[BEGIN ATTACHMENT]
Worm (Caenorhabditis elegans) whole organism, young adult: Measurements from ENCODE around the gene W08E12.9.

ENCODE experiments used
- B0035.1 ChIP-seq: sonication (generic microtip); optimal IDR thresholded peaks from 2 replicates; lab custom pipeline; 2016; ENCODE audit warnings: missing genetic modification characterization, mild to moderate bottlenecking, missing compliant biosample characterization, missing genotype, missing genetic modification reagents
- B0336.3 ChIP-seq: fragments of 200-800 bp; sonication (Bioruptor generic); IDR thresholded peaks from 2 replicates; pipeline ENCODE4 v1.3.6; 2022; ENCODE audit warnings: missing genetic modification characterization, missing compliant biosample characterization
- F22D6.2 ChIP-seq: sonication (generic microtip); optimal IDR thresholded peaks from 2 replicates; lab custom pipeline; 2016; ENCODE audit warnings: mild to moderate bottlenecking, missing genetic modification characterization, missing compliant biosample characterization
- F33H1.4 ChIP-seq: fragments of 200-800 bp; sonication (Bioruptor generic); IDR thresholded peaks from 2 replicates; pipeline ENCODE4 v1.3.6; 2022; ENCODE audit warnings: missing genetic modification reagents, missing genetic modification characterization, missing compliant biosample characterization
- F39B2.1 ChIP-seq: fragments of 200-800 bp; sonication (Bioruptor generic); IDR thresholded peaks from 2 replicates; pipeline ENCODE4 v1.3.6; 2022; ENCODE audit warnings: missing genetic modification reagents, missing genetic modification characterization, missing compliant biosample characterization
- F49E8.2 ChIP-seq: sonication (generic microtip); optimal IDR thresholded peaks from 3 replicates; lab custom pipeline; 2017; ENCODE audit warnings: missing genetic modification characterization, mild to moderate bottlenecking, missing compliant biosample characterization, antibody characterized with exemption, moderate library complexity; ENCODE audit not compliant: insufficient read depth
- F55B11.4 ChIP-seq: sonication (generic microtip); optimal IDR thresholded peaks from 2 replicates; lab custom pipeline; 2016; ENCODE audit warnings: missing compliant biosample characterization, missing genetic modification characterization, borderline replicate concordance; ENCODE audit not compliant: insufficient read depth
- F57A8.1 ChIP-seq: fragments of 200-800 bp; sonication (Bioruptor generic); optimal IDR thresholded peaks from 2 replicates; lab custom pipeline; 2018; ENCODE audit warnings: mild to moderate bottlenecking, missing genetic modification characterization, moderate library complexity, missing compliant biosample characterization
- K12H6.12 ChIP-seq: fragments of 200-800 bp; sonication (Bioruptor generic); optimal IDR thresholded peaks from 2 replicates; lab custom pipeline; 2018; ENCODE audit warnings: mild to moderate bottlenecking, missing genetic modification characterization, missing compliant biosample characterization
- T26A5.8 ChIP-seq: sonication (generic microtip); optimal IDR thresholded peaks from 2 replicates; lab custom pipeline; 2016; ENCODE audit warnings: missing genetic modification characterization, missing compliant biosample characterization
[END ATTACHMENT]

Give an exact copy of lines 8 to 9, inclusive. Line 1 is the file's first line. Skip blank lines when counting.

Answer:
- F49E8.2 ChIP-seq: sonication (generic microtip); optimal IDR thresholded peaks from 3 replicates; lab custom pipeline; 2017; ENCODE audit warnings: missing genetic modification characterization, mild to moderate bottlenecking, missing compliant biosample characterization, antibody characterized with exemption, moderate library complexity; ENCODE audit not compliant: insufficient read depth
- F55B11.4 ChIP-seq: sonication (generic microtip); optimal IDR thresholded peaks from 2 replicates; lab custom pipeline; 2016; ENCODE audit warnings: missing compliant biosample characterization, missing genetic modification characterization, borderline replicate concordance; ENCODE audit not compliant: insufficient read depth